Material: Founded in 2014 and featuring members of Cocked ‘N Loaded, Black Thai, Tired Old Bones and We’re All Gonna Die, intense metal is the exclusive realm of this take-no-prisoners trio. While Shatner’s songs struggle to incorporate melodic elements, that feature plays a distant second fiddle to their extreme aesthetic of loud on loud. Listeners craving a hard ‘n heavy sound will have that itch well scratched after absorbing one of Shatner’s scorched earth onslaughts.
Musicianship: Assessing Shatner’s technical abilities proves quixotic—their style seems crafted to disguise whatever inherent talent they might be endowed with. Signs point toward their understanding the value behind songwriting fundamentals, yet the group’s modus operandi of slathering an oppressive layer of distortion and chaos theory atop every moment renders unthinkable the notion of exiting the club with a melody stuck in one’s head. Singer Healy’s lyrics remain indecipherable, yet the band’s admirable intensity, coupled with splendiferous guitar excursions, does much to elevate their set.
Performance: Shatner overwhelm fans via sonic tornado, over-delivering on the promise of ear-shattering pandemonium. Regretfully, that objective has become an end unto itself, the band having evidently become comfortable allowing that style to carry the weight of their entire catalog. Little is offered by way of visual stimuli and they place only light emphasis on audience interaction. While their drums sport a prominent logo, the design is both uninspired and incongruous to their ethos.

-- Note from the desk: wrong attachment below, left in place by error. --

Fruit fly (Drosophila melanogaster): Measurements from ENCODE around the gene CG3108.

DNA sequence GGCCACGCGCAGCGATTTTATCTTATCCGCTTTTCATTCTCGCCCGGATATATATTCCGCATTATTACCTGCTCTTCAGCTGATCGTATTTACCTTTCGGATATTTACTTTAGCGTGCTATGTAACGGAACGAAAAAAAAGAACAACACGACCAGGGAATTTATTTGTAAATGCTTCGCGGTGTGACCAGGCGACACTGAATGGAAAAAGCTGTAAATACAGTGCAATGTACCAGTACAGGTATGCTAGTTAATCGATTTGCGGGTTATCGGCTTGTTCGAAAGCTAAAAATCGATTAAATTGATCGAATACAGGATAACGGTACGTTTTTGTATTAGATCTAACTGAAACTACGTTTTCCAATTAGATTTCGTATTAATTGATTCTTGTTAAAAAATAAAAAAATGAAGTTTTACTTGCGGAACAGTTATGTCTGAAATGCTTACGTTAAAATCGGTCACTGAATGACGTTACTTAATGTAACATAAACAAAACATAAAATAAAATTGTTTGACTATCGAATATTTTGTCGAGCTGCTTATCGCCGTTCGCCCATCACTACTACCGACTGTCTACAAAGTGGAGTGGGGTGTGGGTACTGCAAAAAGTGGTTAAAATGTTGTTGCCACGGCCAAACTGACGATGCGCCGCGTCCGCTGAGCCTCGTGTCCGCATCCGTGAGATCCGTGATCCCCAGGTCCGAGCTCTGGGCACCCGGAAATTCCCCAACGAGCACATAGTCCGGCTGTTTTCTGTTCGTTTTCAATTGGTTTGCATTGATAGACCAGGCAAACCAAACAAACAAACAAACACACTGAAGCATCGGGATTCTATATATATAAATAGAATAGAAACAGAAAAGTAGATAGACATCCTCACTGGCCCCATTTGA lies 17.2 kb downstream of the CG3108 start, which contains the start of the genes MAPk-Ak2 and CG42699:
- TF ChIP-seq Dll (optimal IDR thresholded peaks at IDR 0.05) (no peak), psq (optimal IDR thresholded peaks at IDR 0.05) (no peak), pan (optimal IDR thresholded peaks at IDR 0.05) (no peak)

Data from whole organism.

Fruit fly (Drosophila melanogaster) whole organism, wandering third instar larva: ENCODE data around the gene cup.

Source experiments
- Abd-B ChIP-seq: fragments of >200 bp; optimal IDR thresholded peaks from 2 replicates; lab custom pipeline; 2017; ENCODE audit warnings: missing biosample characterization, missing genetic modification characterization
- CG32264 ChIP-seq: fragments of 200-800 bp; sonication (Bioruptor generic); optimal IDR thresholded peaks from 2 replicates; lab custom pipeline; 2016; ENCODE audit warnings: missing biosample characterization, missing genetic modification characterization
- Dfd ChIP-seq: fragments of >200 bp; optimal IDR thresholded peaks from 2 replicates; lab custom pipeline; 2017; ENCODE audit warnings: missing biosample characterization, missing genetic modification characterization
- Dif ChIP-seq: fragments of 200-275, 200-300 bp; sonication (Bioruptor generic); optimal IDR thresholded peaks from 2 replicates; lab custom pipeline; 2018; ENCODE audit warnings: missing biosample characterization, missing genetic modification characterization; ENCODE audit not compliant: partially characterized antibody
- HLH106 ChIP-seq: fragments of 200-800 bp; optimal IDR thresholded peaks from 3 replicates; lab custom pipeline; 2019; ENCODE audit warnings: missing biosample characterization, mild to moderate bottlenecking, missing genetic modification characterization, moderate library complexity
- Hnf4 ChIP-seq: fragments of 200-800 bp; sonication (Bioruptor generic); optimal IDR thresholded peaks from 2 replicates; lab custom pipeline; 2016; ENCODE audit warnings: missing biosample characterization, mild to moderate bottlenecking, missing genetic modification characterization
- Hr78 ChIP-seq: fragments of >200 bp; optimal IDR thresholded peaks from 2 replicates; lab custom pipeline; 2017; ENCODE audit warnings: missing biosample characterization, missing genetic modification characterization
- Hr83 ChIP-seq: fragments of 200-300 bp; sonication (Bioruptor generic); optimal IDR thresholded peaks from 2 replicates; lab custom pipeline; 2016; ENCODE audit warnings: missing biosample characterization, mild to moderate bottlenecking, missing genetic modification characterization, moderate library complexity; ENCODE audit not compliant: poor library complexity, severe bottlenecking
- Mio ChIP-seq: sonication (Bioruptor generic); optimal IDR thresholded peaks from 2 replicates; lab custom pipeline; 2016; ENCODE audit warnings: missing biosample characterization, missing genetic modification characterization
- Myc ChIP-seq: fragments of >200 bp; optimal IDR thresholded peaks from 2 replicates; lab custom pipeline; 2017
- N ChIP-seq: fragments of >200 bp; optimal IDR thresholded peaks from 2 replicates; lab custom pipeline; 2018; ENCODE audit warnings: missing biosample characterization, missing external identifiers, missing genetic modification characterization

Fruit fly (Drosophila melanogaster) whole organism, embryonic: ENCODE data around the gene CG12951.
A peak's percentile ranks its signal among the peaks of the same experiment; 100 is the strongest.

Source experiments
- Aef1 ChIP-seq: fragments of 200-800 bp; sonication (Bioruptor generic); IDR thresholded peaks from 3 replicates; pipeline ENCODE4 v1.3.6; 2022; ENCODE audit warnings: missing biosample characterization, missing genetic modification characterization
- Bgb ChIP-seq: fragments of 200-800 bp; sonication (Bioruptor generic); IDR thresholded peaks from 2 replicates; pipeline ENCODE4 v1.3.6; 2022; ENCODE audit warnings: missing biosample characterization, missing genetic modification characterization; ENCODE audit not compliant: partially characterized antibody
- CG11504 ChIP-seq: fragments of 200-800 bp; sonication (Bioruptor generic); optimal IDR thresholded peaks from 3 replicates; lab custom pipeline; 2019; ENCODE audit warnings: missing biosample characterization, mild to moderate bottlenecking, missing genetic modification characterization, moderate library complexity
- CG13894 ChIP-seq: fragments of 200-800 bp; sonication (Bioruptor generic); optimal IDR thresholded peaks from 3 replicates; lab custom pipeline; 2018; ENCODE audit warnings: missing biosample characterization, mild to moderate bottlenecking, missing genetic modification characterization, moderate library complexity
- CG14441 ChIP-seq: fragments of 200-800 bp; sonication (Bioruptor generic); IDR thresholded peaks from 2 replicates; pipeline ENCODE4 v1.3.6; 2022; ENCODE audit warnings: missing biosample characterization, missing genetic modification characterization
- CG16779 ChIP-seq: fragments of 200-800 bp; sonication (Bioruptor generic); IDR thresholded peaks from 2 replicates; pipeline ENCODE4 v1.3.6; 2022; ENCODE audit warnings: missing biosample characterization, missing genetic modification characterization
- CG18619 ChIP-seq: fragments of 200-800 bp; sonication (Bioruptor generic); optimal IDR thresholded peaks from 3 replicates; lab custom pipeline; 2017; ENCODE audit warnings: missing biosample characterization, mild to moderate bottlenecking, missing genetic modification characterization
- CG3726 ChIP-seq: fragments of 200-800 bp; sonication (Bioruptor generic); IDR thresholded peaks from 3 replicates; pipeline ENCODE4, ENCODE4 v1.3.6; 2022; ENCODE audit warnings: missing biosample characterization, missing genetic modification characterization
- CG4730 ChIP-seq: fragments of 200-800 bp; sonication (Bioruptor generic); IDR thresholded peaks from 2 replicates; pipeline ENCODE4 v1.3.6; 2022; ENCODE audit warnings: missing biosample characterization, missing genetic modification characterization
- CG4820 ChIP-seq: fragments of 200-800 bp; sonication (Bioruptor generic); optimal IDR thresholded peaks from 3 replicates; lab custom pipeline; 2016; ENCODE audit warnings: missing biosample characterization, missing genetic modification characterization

Summary: Shatner can elicit enthusiastic responses from limited crowds, but that audience won’t expand unless they start crafting memorable hooks. Healey’s vocals are smothered under uncompromising layers of nuclear assault, and the peaks and valleys that might add weight to their compositions prove absent. Shatner serves an intense rush of adrenaline that quickly dissipates, leaving the casual listener with little more than an intense ringing in one’s ears. Expanding their stylistic repertoire and allowing their tunes ample breathing room would go far toward raising this devil’s horns.
The Players: Jim Healey, vocals, guitar; Jesse Sherman, bass; Rob Davol, drums.
Photo by Andy Kaufmann
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